Basis for Thoughts: The Trinity seems to be the model reflected in the original design for the family as reflected in 1 Corinthians 11 and 15. Other passages seem to reveal this functional structure in the universe.

    “But I want you to understand that the head of every man is Christ, the head of a wife is her husband, and the head of Christ is God.” – 1 Corinthians 11:3

    “For “God has put all things in subjection under [Jesus’] feet.” But when it says, “all things are put in subjection,” it is plain that he is excepted who put all things in subjection under him. When all things are subjected to him, then the Son himself will also be subjected to him who put all things in subjection under him, that God may be all in all.” – 1 Corinthians 15:27-28

    Is Christ equal to the Father in ontological value? The Scriptures teach, yes. So are women to men reflecting God images (marred though we are). Does Christ have the same functional role as the Father? No. Women are not supposed to have to bear the weight of responsibilities that men do. Men are to sacrificially lead, even as Christ leads men. The way Christ leads is compelling and beautiful. May we all love and edify others as He loves and edifies others.

    Gently and Respectfully, because I appreciate your concern for women and I love the Lord Jesus and his sheep too.
    – Abiel

    • Abiel, you mentioned 1 Corinthians 11 and 15 as having to do with the original design for the family, but to make that interpretation is to take those passages out of context since the family is NOT the topic Paul is addressing in those chapters. In 1 Corinthians 11 it is very clear that he is addressing head coverings in worship and giving instructions to both men and women about praying and prophesying in corporate worship. And is it really not fair to cite 1 Cor 11:3 as you have done, since that verse is in the middle of the larger point Paul is making, which is found in 1 Cor 11:11:12 – “Nevertheless, in the Lord woman is not independent of man, nor is man independent of woman. 12 For as woman came from man, so also man is born of woman. But everything comes from God.” The use of the phrase “everything comes from God” supports some common interpretations of the use of kephale here (translated as head) which include “source” or even just the anatomical analogy of a body part. In 1 Corinthians Paul is discussing the resurrection – yes, all things are subject to Christ – the egalitarian perspective of the family is that Christ is the head of the home.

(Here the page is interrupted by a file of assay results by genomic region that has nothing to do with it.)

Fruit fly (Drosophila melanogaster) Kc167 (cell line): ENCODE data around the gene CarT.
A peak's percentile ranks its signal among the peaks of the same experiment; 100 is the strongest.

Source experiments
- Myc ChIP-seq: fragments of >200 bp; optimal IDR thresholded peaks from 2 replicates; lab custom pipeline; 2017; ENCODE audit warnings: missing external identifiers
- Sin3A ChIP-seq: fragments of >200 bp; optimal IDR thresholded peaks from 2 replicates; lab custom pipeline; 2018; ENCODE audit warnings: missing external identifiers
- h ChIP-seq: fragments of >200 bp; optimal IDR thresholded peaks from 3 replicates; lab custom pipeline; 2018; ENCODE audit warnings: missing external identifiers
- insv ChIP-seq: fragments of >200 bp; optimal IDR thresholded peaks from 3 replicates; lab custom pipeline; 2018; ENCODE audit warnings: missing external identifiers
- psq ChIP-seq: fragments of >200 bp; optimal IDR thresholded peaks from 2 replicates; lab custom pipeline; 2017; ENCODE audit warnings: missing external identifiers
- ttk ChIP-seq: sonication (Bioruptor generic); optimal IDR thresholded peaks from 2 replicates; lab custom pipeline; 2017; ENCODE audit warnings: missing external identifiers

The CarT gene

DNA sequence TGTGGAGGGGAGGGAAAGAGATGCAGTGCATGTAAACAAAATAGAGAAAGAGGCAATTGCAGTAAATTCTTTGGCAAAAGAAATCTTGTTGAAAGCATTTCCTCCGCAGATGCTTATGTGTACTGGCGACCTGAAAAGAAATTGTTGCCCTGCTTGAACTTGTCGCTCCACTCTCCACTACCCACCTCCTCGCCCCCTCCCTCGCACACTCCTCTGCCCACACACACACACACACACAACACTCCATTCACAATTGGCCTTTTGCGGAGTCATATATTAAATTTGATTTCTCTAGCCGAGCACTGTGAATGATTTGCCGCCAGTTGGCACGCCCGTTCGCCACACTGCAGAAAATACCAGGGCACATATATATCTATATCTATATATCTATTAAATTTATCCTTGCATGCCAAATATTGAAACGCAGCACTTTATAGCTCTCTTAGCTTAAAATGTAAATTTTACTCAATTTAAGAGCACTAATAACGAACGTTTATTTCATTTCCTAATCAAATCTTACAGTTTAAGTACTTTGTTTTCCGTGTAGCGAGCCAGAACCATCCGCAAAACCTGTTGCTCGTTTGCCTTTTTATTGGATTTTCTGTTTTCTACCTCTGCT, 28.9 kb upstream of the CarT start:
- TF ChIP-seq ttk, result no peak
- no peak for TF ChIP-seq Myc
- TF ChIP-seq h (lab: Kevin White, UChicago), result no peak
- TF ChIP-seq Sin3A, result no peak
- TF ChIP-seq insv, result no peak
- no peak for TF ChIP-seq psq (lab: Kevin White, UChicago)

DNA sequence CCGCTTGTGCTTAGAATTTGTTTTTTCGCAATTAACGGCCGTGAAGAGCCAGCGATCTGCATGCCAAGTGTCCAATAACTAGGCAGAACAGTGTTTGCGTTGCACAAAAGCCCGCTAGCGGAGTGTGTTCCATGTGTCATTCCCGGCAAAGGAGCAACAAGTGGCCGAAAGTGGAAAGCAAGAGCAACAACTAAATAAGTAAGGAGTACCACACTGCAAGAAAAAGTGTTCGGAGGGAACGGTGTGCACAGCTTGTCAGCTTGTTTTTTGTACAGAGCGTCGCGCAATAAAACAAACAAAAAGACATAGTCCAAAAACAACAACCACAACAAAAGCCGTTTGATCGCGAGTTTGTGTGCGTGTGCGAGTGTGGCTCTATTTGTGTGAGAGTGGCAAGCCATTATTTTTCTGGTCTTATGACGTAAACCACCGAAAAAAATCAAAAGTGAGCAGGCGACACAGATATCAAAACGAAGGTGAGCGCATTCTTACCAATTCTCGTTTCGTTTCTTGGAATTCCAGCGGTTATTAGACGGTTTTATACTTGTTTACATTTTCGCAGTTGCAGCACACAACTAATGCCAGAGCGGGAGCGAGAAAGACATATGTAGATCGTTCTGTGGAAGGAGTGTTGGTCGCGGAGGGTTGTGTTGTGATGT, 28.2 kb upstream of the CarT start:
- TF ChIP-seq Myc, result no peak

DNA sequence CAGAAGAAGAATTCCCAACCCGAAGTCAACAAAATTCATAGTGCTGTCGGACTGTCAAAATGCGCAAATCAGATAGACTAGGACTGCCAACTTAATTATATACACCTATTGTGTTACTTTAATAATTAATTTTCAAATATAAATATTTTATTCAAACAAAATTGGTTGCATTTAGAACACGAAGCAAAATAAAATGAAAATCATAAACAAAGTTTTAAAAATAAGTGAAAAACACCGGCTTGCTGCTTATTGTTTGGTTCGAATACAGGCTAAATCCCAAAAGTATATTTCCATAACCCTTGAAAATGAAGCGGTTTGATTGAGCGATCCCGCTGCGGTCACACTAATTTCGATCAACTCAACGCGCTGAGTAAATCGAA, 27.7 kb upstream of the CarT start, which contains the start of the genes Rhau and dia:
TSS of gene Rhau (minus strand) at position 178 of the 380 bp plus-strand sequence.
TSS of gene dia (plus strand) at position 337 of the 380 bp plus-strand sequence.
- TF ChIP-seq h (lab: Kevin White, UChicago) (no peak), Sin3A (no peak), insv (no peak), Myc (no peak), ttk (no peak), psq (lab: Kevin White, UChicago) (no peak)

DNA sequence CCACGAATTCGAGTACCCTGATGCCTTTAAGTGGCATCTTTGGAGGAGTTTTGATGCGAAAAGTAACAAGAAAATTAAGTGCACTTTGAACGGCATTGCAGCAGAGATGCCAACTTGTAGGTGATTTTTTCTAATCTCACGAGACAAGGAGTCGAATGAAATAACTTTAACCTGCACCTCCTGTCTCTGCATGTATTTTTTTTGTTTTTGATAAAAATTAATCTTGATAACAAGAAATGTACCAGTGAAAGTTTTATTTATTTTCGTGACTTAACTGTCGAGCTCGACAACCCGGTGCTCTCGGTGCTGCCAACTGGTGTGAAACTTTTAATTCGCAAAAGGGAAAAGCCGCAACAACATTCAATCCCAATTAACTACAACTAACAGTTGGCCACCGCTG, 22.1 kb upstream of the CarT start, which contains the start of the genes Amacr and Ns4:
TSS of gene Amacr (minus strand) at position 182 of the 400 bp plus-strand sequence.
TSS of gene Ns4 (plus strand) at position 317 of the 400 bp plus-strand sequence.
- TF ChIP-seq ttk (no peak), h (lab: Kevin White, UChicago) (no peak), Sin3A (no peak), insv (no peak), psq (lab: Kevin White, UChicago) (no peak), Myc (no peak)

I differ with you on the Trinity being the model for family design, but that is really another discussion. I am more interested in hearing how you read functional differences into the creation narrative. Where do you see the role differentiation being mandated? When I read Genesis 1-3 I don’t see any mention of such role division until after sin enters the picture. God certainly took the time to tell the man and the woman to rule over all things but there is no similar command for one sex ruling over the other that I can find. Only when the consequences are spelled out for the serpent, the earth, the man, and the woman do we find the statement “he shall rule over you”. One of the authors here at TJP has written a helpful post on that topichttps://junia.thereachco.dev/5-myths-adam-authority-eden/.

      • Gail, though the beginning of 1 Corinthians 11 may not be written specifically to discuss roles, it does say “the head of a wife is her husband.” I do not understand how Paul mentioning head coverings afterwards affects this fact.

        It also says “the head of every man is Christ.” which I hope we can all agree with means that Christ has authority over every man. In Greek literature, the word head (kephalē), which can be translated as source, is usually used in a situation where the ‘head’ has authority over the other. That phrase is then paralleled to man and wife.

        I would not see how 1 Corinthians 11:11-12 would affect this as it reminds us that women are not inferior, but that we are both God’s creation and interdependent (and equal!)

        Also, Christ being head of the home is not just an egalitarian perspective but a complementarian one as well.

        Gail, I do appreciate your pursuit of seeking truth through scripture rather than through personal opinion or human wisdom and it is encouraging to see that!